FLASHFORWARD to March 10th 2013. A posting by Tom Koch, W4UOC, who was handling an estate liquidation for a local SK, got my immediate attention. Listed was a set of Heath Twins: HX-20/HR-20 plus the HP-20 PSU. One phone call later and the deal was sealed. Good friend Dale Parfitt, W4OP, did a stupendous restoration on a pair of these and you can see them at: Dale does phenomenal work! His solid state version of the Drake classic 2B receiver is pictured on the cover of my latest QRP book for the ARRL (4th edition).

So what does all this have to do with the Heathkit Void and the Nethersphere ? The Drakes in my shack, that's what. The 2B and the TWO's their fault! Seriously, they have tentacles everywhere, even deep within the Nethersphere! There is no doubt....they "reached out" to the Void and I got hooked, again. Not that I'm complaining. 

Tomorrow I take posession of the Twins. I can hardly wait. 

Vy 73

Rich K7SZ

Sunday, March 3, 2013

The Drake Collective Strikes Again!!!!!

Remember back a couple of posting ago when I was talking about the Drake Collective ("Resistance is Futile"....where the heck do you think the Borg got the idea!???) Well, it has long tentacles! Presently I am attending the Birmingham (AL) hamfest at the Zamora Shrine Temple just outside B'ham. I was a guest speaker (on QRP, of course) so Peppermint Patti (KB3MCT) decided this would be a good venue to off-load some of the junk....(she actually meant priceless radio artifacts!!!) and clear off some shelves (to make room for more priceless radio artifacts!)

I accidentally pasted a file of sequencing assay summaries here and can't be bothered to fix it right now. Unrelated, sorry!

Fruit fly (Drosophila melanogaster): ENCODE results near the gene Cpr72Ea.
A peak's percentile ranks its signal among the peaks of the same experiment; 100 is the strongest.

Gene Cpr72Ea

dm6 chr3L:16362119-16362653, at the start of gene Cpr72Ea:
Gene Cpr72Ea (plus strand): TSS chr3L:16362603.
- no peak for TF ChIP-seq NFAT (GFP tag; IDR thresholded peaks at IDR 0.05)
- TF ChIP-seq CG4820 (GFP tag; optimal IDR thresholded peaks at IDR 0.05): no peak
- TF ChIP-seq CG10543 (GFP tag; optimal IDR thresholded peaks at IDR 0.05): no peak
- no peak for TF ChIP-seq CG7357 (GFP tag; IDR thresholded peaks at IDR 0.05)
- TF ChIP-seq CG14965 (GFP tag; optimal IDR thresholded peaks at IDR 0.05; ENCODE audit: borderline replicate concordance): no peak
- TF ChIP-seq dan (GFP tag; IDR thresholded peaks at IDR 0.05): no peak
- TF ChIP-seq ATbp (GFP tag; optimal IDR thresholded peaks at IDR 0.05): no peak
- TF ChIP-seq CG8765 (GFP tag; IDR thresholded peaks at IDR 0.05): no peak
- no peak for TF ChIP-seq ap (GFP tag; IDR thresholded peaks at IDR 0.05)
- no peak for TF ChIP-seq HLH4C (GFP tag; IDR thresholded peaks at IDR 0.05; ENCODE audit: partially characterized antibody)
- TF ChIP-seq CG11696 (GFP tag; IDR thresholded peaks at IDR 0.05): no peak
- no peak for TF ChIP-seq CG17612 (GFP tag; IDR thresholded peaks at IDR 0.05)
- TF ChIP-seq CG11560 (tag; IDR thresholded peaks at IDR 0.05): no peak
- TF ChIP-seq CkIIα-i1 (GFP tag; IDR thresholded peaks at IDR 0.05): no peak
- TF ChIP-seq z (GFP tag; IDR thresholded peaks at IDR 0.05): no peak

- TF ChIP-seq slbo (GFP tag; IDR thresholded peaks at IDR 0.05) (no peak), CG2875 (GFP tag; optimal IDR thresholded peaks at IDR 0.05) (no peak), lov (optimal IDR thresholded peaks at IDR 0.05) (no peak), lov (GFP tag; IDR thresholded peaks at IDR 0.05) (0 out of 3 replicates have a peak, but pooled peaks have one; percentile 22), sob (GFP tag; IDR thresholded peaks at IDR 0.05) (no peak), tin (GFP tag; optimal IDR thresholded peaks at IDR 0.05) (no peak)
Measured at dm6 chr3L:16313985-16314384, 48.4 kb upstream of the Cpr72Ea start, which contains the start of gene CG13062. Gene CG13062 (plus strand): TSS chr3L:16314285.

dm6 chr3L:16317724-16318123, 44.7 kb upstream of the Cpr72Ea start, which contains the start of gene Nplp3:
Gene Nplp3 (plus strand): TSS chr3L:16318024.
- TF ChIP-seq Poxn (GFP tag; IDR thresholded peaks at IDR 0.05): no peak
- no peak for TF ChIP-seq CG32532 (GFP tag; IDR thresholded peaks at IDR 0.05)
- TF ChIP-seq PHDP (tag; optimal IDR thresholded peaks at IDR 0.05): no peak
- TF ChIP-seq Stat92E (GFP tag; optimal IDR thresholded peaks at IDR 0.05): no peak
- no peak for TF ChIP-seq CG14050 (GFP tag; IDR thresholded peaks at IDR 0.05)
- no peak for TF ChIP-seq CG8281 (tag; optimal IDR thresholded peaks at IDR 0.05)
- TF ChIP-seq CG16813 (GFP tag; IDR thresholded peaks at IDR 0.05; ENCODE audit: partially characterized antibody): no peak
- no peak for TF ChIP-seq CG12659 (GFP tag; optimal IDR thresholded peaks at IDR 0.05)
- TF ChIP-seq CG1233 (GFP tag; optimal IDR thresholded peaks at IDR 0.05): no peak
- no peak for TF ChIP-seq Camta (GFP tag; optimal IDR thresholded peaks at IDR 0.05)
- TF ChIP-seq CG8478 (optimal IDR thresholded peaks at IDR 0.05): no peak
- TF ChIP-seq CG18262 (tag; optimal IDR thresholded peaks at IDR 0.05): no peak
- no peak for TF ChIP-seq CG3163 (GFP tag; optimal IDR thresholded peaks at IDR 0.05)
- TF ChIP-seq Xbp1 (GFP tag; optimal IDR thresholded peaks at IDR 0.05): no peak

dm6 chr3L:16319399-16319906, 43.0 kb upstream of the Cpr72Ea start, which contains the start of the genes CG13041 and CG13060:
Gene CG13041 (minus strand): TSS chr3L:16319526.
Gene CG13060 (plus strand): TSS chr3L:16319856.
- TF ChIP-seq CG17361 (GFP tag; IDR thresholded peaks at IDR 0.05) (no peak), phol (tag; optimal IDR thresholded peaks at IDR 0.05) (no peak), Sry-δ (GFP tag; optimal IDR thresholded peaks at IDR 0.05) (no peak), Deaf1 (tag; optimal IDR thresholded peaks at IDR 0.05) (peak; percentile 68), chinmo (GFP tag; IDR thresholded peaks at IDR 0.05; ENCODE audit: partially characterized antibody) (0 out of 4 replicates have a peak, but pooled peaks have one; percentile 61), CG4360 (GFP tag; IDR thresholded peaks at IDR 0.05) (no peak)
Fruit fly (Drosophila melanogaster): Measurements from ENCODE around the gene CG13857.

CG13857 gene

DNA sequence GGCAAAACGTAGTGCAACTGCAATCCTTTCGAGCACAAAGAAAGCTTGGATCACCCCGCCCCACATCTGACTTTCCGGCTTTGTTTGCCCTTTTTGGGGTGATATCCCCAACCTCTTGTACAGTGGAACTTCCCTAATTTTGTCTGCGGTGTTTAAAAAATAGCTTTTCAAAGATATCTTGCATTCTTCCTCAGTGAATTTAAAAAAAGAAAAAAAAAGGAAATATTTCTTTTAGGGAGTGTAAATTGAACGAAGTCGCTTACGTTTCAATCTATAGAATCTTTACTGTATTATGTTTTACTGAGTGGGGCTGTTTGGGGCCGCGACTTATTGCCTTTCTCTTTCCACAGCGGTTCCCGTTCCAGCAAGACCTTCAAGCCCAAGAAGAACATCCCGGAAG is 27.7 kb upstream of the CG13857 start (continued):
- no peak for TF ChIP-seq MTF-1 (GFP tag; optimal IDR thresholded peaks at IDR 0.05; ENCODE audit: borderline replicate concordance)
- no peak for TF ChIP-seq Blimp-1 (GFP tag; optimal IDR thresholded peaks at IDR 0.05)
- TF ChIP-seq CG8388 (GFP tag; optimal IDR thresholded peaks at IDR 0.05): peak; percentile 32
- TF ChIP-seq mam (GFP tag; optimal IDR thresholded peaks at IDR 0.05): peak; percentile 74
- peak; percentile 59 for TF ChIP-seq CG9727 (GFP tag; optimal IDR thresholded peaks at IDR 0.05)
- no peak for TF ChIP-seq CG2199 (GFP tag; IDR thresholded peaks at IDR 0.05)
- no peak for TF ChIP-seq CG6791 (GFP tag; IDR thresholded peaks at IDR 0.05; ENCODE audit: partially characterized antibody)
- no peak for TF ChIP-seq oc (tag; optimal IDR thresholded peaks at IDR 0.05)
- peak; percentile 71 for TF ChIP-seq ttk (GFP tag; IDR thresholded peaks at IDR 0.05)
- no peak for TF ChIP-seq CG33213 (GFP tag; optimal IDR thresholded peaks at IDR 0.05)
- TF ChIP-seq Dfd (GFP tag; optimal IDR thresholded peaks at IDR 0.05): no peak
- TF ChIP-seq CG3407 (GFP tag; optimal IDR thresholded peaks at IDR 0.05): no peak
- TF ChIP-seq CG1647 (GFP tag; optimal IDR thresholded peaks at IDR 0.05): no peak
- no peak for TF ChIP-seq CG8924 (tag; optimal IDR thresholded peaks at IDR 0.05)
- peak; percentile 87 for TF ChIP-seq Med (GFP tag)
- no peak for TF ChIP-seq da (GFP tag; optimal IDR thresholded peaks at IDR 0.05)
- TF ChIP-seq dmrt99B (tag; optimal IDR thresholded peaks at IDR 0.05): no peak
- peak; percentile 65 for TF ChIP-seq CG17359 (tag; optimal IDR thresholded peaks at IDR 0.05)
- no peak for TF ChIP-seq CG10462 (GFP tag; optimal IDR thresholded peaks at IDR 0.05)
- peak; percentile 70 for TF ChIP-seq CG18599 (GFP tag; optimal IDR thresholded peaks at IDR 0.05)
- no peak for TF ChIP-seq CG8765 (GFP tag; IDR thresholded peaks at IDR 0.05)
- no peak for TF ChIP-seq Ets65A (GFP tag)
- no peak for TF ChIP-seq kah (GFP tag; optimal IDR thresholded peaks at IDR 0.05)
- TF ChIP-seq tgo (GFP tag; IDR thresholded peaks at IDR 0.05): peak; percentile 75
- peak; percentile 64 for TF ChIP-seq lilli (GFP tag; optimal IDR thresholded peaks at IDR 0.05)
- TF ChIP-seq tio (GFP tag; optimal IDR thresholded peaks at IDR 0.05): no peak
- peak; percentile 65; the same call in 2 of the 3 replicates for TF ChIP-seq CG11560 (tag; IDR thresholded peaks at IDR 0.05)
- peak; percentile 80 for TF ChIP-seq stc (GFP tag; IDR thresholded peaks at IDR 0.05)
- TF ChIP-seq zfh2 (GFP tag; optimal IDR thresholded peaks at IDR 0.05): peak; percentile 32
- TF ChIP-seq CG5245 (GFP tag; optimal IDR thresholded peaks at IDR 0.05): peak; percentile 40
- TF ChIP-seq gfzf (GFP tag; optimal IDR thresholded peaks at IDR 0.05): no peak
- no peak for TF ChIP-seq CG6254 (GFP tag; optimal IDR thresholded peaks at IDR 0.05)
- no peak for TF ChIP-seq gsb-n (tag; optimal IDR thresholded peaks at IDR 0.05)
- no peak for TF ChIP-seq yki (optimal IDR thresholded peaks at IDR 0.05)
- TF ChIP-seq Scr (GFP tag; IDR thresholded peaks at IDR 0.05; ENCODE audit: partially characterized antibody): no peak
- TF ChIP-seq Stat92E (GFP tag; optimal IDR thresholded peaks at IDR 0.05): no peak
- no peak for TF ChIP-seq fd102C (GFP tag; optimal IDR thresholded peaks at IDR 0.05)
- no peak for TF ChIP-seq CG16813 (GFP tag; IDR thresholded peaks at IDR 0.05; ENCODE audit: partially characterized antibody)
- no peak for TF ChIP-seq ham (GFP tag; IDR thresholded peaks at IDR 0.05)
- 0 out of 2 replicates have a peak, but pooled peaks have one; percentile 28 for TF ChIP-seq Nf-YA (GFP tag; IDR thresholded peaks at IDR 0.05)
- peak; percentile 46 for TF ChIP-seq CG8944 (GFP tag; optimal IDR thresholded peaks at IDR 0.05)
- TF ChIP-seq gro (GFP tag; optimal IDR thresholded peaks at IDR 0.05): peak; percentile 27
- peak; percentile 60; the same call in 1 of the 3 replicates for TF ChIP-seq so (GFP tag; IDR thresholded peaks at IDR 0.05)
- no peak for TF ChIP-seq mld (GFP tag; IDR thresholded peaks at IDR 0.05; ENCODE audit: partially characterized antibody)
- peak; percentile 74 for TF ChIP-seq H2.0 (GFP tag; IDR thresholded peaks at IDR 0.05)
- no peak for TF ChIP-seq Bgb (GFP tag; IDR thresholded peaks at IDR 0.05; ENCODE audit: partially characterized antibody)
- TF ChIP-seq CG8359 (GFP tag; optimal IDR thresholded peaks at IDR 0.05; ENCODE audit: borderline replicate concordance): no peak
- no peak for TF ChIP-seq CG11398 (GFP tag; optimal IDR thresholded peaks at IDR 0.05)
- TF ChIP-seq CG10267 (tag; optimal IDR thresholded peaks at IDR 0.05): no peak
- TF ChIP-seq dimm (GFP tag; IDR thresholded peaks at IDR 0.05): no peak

We loaded up the Jeep, stopped by Ken Evans', W4DU, place, picked him and the QRP ARCI gear up (he was a vendor at the fest) and headed west on I-20. Great trip....that little old Jeep Hemi got us there in great time!!!

We were invited to attend the DX Dinner Friday evening at a local restaurant...the food was excellent and the company outstanding. Walking into the bar I met Charles Barclay, formerly of the Philadelphia 76s basket ball team! He's a really nice guy!

In addition to Charles, I FINALLY got to meet (in person), Don Keith, N4KC, with whom I had been corresponding for about 2 years via e-mail. Don, in addition to being a world famous award winning author, is also an expert on WWII "fleet boats"....that's diesel-electric submarines, for all you land-lubbers out there!) His recent book "Undersea Warrior" about Dudley "Mush" Morton, famous WWII sub driver (USS Wahoo...Google it for a great story) I found absolutely fascinating. In addition, I had recently met Mush Morton's grandson, Chris Balch, KS2MM, in Atlanta! Life is good!